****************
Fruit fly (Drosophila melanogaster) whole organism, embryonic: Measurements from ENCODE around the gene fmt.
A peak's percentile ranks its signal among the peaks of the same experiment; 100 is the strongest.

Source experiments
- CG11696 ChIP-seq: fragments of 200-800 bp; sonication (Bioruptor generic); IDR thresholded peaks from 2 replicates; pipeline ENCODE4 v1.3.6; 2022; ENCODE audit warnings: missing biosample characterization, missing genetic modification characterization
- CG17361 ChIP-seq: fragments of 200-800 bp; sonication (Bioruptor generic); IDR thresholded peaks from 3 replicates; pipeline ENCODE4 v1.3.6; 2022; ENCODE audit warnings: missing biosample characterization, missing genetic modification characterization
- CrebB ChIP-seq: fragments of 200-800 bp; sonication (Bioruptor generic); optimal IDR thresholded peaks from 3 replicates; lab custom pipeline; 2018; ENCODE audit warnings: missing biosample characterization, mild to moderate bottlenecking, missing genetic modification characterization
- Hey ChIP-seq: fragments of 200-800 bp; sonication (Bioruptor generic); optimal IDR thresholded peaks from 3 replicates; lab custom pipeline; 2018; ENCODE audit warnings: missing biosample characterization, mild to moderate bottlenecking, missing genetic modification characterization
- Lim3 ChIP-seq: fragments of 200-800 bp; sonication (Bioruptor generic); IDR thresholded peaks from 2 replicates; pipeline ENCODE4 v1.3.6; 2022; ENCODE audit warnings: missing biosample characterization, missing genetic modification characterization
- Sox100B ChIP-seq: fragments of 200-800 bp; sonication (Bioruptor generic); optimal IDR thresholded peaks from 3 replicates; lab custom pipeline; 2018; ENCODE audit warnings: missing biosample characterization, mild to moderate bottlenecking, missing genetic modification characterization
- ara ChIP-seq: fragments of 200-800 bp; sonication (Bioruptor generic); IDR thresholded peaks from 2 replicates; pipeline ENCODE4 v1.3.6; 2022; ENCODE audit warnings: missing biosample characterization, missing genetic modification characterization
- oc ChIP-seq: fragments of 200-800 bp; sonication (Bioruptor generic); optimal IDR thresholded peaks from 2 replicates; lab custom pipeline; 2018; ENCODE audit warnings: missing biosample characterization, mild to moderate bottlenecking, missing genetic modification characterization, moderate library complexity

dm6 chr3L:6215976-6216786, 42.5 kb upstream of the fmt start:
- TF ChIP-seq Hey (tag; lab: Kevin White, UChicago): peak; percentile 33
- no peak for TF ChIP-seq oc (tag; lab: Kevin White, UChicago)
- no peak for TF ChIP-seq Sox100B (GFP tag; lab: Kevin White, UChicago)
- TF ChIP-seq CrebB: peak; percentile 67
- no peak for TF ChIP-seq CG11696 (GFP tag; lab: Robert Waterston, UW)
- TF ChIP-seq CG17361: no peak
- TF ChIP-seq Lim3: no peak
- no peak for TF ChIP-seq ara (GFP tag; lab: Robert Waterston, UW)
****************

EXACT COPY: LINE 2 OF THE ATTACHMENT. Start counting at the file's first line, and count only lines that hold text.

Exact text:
A peak's percentile ranks its signal among the peaks of the same experiment; 100 is the strongest.